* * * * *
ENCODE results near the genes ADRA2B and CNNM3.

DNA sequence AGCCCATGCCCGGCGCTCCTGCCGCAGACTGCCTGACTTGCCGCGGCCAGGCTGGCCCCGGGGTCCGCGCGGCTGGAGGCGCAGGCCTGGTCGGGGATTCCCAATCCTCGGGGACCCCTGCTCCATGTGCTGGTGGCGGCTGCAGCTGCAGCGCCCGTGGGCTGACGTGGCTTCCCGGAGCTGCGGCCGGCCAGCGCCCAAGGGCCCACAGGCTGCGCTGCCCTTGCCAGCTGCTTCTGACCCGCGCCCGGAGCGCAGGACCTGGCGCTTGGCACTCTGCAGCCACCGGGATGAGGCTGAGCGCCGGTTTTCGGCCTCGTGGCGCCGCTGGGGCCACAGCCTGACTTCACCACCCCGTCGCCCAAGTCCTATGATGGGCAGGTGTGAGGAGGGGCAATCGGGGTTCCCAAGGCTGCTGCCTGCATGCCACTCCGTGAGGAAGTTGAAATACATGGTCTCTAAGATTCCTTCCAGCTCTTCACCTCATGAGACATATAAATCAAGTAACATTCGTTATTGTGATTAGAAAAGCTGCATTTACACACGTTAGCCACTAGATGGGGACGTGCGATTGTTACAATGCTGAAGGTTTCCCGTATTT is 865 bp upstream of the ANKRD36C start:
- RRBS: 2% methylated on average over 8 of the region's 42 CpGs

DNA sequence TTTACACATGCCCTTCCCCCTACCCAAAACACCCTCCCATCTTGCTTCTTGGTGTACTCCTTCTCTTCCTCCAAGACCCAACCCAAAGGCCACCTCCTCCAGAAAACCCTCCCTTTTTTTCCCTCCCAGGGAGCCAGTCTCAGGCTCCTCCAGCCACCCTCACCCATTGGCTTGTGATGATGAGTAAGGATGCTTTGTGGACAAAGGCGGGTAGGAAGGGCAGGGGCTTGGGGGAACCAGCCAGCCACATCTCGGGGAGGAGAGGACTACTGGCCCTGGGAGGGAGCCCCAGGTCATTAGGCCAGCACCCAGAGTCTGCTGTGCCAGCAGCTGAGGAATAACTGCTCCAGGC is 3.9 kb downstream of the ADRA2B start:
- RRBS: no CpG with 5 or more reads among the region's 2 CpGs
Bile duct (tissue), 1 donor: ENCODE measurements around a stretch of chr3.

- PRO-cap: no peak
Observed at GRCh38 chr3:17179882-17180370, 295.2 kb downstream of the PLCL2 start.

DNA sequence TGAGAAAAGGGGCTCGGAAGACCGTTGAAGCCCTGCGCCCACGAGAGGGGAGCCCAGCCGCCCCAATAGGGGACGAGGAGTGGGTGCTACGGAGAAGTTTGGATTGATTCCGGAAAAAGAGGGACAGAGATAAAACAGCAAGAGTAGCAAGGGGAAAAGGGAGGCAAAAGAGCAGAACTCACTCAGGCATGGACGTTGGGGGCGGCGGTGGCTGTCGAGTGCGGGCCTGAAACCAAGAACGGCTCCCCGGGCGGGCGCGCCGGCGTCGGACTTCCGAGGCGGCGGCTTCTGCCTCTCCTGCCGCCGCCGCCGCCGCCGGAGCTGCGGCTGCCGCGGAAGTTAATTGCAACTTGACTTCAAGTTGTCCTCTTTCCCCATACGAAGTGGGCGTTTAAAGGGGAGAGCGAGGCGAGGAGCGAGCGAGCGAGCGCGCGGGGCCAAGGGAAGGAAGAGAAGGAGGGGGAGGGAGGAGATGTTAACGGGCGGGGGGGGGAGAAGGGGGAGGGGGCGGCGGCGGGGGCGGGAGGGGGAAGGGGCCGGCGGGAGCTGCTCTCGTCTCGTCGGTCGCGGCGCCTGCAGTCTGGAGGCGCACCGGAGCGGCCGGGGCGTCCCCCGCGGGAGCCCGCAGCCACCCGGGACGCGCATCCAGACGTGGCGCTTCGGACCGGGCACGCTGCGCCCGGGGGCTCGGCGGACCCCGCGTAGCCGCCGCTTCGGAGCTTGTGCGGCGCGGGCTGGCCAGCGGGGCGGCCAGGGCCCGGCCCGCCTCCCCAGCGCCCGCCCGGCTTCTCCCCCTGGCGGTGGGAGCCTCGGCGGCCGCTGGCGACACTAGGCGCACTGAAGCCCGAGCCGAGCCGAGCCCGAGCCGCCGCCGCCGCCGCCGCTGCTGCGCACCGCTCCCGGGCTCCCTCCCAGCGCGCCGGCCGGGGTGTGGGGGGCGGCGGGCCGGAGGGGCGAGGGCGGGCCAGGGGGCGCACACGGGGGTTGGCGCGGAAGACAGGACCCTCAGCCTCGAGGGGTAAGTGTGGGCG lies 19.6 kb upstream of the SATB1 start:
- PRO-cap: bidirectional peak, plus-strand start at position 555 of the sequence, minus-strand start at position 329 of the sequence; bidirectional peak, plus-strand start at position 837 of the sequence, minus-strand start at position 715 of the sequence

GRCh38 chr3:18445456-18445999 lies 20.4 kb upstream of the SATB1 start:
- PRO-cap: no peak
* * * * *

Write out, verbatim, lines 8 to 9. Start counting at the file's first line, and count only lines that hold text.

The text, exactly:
Observed at GRCh38 chr3:17179882-17180370, 295.2 kb downstream of the PLCL2 start.

DNA sequence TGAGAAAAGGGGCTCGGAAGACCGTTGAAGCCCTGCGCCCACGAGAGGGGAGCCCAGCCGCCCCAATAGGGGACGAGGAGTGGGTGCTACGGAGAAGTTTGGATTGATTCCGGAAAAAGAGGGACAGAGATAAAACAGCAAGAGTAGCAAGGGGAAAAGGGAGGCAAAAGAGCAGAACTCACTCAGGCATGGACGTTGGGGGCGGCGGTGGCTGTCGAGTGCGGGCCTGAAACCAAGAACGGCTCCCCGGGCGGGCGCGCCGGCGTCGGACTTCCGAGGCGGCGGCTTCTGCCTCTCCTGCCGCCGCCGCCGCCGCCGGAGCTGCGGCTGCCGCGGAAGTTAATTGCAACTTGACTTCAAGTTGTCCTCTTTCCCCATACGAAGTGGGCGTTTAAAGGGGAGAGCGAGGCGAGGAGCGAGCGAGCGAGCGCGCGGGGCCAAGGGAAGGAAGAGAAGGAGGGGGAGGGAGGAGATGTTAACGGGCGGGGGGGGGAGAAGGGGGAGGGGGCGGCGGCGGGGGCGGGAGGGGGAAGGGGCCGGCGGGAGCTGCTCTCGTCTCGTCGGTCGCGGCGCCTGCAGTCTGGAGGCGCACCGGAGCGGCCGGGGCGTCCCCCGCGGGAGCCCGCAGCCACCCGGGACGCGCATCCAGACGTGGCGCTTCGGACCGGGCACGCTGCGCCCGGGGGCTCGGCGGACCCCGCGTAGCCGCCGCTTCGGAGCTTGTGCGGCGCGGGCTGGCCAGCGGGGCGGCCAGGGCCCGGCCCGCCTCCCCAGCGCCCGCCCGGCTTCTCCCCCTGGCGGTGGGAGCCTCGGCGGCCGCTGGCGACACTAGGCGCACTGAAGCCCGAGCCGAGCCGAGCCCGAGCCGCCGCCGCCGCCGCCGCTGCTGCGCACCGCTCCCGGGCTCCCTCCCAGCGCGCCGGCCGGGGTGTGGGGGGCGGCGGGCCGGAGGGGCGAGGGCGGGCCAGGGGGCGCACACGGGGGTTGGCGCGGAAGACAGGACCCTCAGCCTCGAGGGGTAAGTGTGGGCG lies 19.6 kb upstream of the SATB1 start: